# How to compute the impulse response from a transfer function

Say I have a transfer function, for example:

$$H(z)=\frac{1}{1+0.1z^{-30}}$$

How can I compute the impulse response?

(This is just an example, the important thing is that it is in closed symbolic form!)

If I understand correctly, if I could just rewrite $H(z)$ as some polynomial in $z^-1$ (by using a Taylor expansion), I could just read off the coefficients.

But is there another way?

## 2 Answers

Your filter is the all-poles IIR, this simplifies things a bit. Normally you can write transfer function in following form:

$H(z)=\dfrac{\sum_{i=0}^{P}b_{i}z^{-i}}{\sum_{j=0}^{Q}a_{j}z^{-j}}$

Going back to the discrete time domain you will get:

$y[n] =\dfrac{1}{a_0}\left( \sum_{i=0}^{P}b_ix[n-i]-\sum_{j=1}^{Q}a_jy[n-j]\right)$

Therefore in your case it is:

$y[n]=x[n]-0.1y[n-30]$

Calculation of particular values can be done by feeding Kronecker delta to your system ([1 0 0 0 0 0 0 ...] signal). Basically you will observe that something is happening every 30 samples ;) You can easily generate the plot in MATLAB/Octave, just remember that your filter has following coefficients:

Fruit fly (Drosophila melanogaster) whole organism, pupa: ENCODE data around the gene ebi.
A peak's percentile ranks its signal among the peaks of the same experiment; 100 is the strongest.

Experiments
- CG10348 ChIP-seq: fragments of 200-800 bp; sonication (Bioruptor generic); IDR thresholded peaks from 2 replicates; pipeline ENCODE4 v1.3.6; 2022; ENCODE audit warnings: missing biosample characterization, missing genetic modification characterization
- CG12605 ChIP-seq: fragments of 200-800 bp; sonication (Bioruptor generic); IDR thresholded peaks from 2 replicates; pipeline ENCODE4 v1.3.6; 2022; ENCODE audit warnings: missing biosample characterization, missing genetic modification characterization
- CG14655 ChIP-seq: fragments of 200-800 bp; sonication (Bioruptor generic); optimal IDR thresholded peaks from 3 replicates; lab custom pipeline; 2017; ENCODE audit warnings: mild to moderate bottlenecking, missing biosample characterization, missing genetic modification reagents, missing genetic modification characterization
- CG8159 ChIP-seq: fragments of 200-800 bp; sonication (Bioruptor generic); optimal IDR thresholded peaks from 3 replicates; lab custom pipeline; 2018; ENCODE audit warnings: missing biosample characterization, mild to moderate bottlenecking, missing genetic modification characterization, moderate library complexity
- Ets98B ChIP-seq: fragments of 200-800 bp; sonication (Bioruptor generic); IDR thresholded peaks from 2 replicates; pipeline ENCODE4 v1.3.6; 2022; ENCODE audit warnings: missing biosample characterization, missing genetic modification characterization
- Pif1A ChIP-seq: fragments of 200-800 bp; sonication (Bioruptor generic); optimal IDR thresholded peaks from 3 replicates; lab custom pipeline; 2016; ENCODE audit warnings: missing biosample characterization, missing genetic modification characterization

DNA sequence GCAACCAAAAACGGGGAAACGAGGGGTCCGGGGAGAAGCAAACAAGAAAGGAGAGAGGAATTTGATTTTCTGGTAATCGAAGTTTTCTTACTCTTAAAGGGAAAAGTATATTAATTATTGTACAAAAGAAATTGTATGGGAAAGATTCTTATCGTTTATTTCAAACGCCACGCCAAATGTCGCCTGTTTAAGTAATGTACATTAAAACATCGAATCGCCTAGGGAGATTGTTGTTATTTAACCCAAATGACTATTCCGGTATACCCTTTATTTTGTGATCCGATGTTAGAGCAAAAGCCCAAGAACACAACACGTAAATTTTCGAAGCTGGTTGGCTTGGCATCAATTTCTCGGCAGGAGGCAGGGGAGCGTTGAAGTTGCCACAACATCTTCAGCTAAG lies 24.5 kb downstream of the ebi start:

b=
a=[1 0 0 0 0 0 0 0 0 0 0 0 0 0 0 0 0 0 0 0 0 0 0 0 0 0 0 0 0 0.1]


By calling impz(b,a) function you will get similar plot (first 100 samples): If your question is actually about implementing this transfer function, then you don't want to use its impulse response. Simply implement the difference equation correctly given in jolek's answer:

$$y[n]= x[n] - 0.1y[n-30],\quad y[-30]=y[-29]=\ldots=y[-1]=0\tag{1}$$

Only FIR filters are usually implemented directly using their (finite) impulse response. IIR filters are implemented by recursions, as given by (1).